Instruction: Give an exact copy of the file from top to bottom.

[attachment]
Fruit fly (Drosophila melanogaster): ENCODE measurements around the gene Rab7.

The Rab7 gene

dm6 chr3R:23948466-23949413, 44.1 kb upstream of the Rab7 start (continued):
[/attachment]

Fruit fly (Drosophila melanogaster): ENCODE measurements around the gene Rab7.

The Rab7 gene

dm6 chr3R:23948466-23949413, 44.1 kb upstream of the Rab7 start (continued):